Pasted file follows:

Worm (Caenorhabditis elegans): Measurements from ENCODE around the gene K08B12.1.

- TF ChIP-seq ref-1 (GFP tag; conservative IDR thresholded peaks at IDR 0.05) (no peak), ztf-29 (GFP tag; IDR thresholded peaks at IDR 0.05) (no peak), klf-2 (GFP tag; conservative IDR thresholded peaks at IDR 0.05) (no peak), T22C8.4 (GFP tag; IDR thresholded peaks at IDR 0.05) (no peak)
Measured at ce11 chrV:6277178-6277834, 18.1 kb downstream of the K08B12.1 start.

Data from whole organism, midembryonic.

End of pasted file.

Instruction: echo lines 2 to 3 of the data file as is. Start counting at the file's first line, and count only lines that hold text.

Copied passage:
- TF ChIP-seq ref-1 (GFP tag; conservative IDR thresholded peaks at IDR 0.05) (no peak), ztf-29 (GFP tag; IDR thresholded peaks at IDR 0.05) (no peak), klf-2 (GFP tag; conservative IDR thresholded peaks at IDR 0.05) (no peak), T22C8.4 (GFP tag; IDR thresholded peaks at IDR 0.05) (no peak)
Measured at ce11 chrV:6277178-6277834, 18.1 kb downstream of the K08B12.1 start.